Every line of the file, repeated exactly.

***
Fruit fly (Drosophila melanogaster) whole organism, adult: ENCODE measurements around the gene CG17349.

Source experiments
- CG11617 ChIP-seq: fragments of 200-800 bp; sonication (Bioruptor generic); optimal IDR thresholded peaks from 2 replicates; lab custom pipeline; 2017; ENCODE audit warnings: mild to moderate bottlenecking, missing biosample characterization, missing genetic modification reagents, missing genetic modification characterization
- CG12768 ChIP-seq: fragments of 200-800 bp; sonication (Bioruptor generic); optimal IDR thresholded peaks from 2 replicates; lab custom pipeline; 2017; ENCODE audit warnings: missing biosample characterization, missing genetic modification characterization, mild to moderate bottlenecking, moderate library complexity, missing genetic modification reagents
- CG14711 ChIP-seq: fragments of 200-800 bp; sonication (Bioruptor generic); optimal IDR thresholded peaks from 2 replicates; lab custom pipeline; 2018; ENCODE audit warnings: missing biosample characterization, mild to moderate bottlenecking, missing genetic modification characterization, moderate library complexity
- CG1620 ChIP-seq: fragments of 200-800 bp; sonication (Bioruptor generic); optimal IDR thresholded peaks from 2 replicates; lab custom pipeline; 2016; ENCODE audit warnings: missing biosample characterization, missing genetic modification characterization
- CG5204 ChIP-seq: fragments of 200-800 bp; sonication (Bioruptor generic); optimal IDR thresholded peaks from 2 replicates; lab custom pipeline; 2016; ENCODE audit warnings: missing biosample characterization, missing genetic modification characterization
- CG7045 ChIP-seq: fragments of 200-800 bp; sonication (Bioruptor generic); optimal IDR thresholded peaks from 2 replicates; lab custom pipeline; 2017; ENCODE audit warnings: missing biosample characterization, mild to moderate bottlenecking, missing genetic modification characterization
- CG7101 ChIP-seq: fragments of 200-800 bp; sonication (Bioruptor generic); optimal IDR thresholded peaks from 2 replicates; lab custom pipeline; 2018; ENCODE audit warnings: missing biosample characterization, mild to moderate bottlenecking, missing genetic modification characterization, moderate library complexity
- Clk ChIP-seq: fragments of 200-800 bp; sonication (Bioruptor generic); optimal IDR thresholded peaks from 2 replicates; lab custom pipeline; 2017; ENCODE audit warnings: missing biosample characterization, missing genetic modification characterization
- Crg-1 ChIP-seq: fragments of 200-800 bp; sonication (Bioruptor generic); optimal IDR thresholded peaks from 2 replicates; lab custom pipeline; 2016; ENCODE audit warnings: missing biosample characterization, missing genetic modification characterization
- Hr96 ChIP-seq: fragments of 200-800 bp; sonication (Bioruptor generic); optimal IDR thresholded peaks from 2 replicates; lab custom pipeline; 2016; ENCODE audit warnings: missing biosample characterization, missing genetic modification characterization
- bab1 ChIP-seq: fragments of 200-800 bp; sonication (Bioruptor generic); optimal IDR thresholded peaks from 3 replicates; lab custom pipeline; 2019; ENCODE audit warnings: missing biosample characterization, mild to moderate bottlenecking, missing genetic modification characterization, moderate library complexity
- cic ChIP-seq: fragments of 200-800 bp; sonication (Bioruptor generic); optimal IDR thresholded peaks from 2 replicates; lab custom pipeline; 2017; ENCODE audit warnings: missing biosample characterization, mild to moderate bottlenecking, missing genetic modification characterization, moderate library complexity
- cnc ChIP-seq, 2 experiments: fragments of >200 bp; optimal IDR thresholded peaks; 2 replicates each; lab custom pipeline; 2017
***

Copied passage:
Fruit fly (Drosophila melanogaster) whole organism, adult: ENCODE measurements around the gene CG17349.

Source experiments
- CG11617 ChIP-seq: fragments of 200-800 bp; sonication (Bioruptor generic); optimal IDR thresholded peaks from 2 replicates; lab custom pipeline; 2017; ENCODE audit warnings: mild to moderate bottlenecking, missing biosample characterization, missing genetic modification reagents, missing genetic modification characterization
- CG12768 ChIP-seq: fragments of 200-800 bp; sonication (Bioruptor generic); optimal IDR thresholded peaks from 2 replicates; lab custom pipeline; 2017; ENCODE audit warnings: missing biosample characterization, missing genetic modification characterization, mild to moderate bottlenecking, moderate library complexity, missing genetic modification reagents
- CG14711 ChIP-seq: fragments of 200-800 bp; sonication (Bioruptor generic); optimal IDR thresholded peaks from 2 replicates; lab custom pipeline; 2018; ENCODE audit warnings: missing biosample characterization, mild to moderate bottlenecking, missing genetic modification characterization, moderate library complexity
- CG1620 ChIP-seq: fragments of 200-800 bp; sonication (Bioruptor generic); optimal IDR thresholded peaks from 2 replicates; lab custom pipeline; 2016; ENCODE audit warnings: missing biosample characterization, missing genetic modification characterization
- CG5204 ChIP-seq: fragments of 200-800 bp; sonication (Bioruptor generic); optimal IDR thresholded peaks from 2 replicates; lab custom pipeline; 2016; ENCODE audit warnings: missing biosample characterization, missing genetic modification characterization
- CG7045 ChIP-seq: fragments of 200-800 bp; sonication (Bioruptor generic); optimal IDR thresholded peaks from 2 replicates; lab custom pipeline; 2017; ENCODE audit warnings: missing biosample characterization, mild to moderate bottlenecking, missing genetic modification characterization
- CG7101 ChIP-seq: fragments of 200-800 bp; sonication (Bioruptor generic); optimal IDR thresholded peaks from 2 replicates; lab custom pipeline; 2018; ENCODE audit warnings: missing biosample characterization, mild to moderate bottlenecking, missing genetic modification characterization, moderate library complexity
- Clk ChIP-seq: fragments of 200-800 bp; sonication (Bioruptor generic); optimal IDR thresholded peaks from 2 replicates; lab custom pipeline; 2017; ENCODE audit warnings: missing biosample characterization, missing genetic modification characterization
- Crg-1 ChIP-seq: fragments of 200-800 bp; sonication (Bioruptor generic); optimal IDR thresholded peaks from 2 replicates; lab custom pipeline; 2016; ENCODE audit warnings: missing biosample characterization, missing genetic modification characterization
- Hr96 ChIP-seq: fragments of 200-800 bp; sonication (Bioruptor generic); optimal IDR thresholded peaks from 2 replicates; lab custom pipeline; 2016; ENCODE audit warnings: missing biosample characterization, missing genetic modification characterization
- bab1 ChIP-seq: fragments of 200-800 bp; sonication (Bioruptor generic); optimal IDR thresholded peaks from 3 replicates; lab custom pipeline; 2019; ENCODE audit warnings: missing biosample characterization, mild to moderate bottlenecking, missing genetic modification characterization, moderate library complexity
- cic ChIP-seq: fragments of 200-800 bp; sonication (Bioruptor generic); optimal IDR thresholded peaks from 2 replicates; lab custom pipeline; 2017; ENCODE audit warnings: missing biosample characterization, mild to moderate bottlenecking, missing genetic modification characterization, moderate library complexity
- cnc ChIP-seq, 2 experiments: fragments of >200 bp; optimal IDR thresholded peaks; 2 replicates each; lab custom pipeline; 2017